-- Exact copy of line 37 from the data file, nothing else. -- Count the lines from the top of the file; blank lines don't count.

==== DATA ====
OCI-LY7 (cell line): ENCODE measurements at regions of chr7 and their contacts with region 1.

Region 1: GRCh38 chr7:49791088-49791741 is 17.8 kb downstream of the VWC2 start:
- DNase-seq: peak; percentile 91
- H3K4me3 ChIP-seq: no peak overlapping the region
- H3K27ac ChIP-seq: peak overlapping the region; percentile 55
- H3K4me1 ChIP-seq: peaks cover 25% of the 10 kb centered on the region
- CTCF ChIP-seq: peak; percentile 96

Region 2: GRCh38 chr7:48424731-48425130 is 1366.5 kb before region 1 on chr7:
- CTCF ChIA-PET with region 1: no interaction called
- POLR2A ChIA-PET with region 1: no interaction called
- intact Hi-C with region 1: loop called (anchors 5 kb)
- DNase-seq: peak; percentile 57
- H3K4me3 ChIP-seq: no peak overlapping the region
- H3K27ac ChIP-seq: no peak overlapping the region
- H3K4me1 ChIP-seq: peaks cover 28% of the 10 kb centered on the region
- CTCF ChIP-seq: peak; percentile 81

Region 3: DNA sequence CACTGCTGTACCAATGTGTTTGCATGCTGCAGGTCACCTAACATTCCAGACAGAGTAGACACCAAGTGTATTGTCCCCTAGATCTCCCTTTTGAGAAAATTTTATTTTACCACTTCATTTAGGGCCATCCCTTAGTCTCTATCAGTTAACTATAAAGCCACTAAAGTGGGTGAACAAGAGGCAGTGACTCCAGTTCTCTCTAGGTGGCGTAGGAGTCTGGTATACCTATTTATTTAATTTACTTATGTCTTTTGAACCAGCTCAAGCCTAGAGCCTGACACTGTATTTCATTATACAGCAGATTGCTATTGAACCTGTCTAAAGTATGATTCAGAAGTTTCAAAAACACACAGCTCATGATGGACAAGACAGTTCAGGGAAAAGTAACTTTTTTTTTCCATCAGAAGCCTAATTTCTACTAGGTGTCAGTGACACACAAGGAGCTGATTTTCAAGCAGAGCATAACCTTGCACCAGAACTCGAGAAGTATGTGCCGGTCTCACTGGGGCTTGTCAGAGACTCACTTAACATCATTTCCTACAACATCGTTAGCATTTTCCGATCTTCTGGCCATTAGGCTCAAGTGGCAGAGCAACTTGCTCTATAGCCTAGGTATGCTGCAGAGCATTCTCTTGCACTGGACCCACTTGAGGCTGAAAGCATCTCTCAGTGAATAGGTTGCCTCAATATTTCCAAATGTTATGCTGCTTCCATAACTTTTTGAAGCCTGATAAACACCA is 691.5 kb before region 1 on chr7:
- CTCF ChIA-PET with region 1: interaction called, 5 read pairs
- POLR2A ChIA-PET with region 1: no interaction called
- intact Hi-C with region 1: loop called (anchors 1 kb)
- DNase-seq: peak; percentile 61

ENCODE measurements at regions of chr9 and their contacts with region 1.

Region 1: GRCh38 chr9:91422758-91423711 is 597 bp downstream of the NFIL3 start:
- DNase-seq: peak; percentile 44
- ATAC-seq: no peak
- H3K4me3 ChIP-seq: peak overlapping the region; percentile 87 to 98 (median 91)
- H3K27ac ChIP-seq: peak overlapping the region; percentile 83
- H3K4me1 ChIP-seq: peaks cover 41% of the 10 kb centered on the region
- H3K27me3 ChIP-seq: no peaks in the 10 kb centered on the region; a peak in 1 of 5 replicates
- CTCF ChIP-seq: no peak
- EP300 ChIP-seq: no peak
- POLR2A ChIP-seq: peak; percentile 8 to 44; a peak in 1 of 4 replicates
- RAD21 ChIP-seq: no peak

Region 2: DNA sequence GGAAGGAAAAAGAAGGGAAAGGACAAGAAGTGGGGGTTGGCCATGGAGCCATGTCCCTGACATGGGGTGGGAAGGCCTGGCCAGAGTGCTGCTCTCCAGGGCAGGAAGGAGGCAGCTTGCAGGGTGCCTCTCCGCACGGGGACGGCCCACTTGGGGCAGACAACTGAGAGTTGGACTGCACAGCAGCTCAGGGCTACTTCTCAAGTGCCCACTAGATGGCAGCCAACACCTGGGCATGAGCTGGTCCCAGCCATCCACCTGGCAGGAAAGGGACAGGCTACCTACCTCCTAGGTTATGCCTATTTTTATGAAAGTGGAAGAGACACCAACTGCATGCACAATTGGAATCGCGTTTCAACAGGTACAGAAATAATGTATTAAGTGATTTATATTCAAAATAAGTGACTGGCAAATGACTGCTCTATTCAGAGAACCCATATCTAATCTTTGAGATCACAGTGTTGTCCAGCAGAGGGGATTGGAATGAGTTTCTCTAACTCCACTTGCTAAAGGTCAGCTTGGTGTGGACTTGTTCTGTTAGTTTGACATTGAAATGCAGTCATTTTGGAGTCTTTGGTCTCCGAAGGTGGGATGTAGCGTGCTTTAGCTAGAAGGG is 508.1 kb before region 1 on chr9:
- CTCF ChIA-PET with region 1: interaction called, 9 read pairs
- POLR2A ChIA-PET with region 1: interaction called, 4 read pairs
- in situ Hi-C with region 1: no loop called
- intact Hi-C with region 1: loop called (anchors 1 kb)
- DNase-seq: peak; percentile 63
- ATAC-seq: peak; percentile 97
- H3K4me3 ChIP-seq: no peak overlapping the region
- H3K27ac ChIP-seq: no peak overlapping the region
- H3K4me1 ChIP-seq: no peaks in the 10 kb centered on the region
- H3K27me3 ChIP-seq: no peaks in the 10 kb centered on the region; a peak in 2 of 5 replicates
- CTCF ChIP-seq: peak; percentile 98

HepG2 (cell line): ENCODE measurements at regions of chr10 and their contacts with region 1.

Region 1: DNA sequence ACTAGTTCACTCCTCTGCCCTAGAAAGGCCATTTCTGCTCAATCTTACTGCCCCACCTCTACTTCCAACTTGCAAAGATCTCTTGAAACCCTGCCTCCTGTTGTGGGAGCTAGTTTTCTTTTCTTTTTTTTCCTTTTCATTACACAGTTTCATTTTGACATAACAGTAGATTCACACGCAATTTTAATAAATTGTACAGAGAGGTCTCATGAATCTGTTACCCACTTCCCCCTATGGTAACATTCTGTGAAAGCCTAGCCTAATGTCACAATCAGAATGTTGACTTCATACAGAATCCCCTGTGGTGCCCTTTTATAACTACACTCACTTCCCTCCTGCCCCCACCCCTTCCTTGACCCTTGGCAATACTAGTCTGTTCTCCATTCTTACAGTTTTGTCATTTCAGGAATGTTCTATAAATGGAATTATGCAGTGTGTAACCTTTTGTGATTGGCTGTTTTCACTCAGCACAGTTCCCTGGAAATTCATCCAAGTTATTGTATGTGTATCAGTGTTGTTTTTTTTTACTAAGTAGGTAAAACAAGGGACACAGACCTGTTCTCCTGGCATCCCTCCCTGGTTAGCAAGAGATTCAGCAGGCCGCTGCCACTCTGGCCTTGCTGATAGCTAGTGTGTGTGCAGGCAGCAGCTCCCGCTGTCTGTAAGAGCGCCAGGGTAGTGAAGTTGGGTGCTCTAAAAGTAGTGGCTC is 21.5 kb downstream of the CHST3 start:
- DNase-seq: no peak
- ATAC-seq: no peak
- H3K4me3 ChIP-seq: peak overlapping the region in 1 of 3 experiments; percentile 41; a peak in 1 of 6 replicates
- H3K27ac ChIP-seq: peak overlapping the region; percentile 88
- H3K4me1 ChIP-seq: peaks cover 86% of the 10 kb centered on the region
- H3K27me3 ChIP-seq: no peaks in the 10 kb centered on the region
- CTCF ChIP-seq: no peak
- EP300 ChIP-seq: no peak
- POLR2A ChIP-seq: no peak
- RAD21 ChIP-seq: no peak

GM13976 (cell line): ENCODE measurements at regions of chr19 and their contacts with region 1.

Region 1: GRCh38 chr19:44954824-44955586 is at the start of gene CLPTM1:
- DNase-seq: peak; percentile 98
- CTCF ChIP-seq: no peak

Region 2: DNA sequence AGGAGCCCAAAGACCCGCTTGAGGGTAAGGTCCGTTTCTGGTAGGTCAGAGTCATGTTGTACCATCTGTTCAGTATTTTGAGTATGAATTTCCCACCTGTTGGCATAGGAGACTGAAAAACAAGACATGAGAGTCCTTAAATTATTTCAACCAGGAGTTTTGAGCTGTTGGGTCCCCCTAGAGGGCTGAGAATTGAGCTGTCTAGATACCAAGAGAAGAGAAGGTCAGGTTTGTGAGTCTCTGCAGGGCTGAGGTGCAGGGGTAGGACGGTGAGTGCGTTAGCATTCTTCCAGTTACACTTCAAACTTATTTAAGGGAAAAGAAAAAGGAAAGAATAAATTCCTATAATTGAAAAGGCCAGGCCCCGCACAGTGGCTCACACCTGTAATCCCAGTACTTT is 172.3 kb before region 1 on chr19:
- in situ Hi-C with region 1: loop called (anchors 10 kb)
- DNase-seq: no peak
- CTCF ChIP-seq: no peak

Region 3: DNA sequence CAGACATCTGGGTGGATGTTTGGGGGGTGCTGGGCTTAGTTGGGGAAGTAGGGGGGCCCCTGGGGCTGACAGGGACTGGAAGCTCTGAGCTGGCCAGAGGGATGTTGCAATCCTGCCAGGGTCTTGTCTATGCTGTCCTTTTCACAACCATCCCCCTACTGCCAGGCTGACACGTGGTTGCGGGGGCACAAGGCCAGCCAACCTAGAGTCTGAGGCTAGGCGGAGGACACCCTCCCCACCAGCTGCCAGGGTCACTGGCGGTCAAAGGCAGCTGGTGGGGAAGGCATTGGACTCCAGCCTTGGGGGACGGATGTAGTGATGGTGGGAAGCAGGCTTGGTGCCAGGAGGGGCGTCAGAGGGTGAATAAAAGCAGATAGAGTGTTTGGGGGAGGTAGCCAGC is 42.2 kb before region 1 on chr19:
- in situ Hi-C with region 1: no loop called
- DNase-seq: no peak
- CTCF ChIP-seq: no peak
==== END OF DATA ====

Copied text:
- in situ Hi-C with region 1: no loop called